I recently had a guest on my wine tour that had just returned from Europe. She enjoyed the trip immensely but was confused at the way Europeans name their wines. What exactly goes into a Chianti or a Bordeaux blend? In New World wines such as the United States, the label will frequently tell you what variety that bottle holds. Is the wine Cabernet Sauvignon or Chardonnay... just read the labels to find out. However, in Old World wine classification, the label tells you WHERE the wine is from and it is expected that the consumer knows what varieties are grown in that region. It can be very complicated, but to simplify and clear up some of the confusion of Old World wines, here are a few examples of what some of your favorites may contain:
Brunello di Montalcino-100% Sangiovese. Brunello is the local name for Sangiovese.
Chablis - Made from 100% Chardonnay
Champagne – Is normally made from a single variety or blend of Pinot Noir, Chardonnay or Pinot Meunier.
Chianti – Mostly Sangiovese with some small amounts added of indigenous grapes and some Internationals such as Cabernet Sauvignon, Syrah or Merlot or some white grapes. It can also be 100% Sangiovese.
Rioja – Red Rioja is mostly a Tempranillo blend with added amounts of Garnacha, Carignan and Graciano.
Bordeaux- Red Bordeaux is primarily a blend of 2-3 grapes from the area. The main grapes are, Merlot, Cabernet Sauvignon and Cabernet Franc, however Malbec, Carmenere and Petit Verdot are also allowed.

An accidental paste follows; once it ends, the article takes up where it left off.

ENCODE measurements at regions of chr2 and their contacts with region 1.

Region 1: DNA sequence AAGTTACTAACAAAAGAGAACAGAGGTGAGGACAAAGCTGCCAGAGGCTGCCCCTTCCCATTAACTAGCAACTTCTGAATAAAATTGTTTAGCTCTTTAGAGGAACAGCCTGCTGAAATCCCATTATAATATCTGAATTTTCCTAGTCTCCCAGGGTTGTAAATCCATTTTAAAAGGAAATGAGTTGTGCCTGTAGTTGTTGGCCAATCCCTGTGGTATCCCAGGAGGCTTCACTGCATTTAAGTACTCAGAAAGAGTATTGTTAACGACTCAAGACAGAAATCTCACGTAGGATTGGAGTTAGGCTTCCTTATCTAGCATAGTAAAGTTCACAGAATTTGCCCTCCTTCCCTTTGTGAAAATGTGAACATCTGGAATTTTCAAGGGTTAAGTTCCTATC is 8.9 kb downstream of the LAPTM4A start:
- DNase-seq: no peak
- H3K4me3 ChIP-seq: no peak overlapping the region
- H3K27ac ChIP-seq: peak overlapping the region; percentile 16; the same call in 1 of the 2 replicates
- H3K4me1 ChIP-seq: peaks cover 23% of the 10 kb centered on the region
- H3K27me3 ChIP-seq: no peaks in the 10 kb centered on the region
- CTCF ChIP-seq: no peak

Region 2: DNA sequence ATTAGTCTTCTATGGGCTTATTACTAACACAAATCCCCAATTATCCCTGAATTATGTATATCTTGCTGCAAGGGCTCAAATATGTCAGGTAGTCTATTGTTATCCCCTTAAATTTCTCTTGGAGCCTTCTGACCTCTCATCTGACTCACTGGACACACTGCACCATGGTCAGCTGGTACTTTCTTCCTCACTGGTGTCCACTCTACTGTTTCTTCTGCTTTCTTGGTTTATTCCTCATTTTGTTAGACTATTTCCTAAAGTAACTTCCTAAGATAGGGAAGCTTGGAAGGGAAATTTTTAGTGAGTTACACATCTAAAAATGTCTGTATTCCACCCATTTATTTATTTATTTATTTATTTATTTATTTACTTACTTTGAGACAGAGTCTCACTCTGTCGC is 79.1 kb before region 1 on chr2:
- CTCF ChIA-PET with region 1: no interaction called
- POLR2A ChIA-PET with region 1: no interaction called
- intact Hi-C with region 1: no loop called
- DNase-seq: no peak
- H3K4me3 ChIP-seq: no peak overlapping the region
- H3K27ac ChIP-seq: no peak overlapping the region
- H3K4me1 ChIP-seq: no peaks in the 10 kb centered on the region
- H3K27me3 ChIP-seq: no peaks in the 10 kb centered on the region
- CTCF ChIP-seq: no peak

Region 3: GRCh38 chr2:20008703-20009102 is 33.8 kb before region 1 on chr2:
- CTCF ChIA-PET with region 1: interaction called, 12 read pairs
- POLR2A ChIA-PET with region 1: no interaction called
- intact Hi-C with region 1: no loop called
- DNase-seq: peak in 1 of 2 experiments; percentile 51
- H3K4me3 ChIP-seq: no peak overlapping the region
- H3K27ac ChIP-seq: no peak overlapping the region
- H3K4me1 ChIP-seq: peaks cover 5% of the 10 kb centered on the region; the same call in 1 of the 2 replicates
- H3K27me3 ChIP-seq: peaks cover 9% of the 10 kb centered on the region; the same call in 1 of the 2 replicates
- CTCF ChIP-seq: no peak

Burgundy – Red Burgundy is mostly 100% Pinot Noir with some southern areas being Gamay driven.
Chateauneuf-du-Pape – This can be a blend of anywhere between 13-18 varieties including some white wine. Grenache, Syrah, Mouvedre, Counoise, Cinsault and Roussanne are among the most famous.
Vouvray – Chenin Blanc based which is known as Pineau de la Loire in this area.
I hope this helps to take some of the mystery out of European wine labeling. Cheers!
This week’s wine of the week in my CSW class was Vouvray or Chenin Blanc from the Loire Valley in France. Vouvray comes in a variety of styles from very dry to very sweet and also sparkling. I chose the Vignobles Lacheteau 2015 Vouvray. This wine was an AOP, the highest category of quality of wine in a French region. The alcohol content was 11.5% and priced under $10.
The color is a clear pale straw.
The aroma was clean with no off odors. It showcased tropical fruit, floral notes and honey.
The palate had light to medium sweetness, with medium acidity and a light to medium body. It offered notes of minerality, tropical fruit, pineapple and honey.
It had a nice long finish at around 35 seconds
Pairing and Comments
Though this wine was a little sweeter than I normally like, when paired with a creamy, salty beef it cut down on the sweetness and was enjoyable. The wine saw no oak and was aged in stainless steel. For under $10 at Trader Joe's, definitely a good buy.
Sue Schurgin is the manager of Sedona Wine and Beer Tours. She is studying for her CSW and sommelier certifications.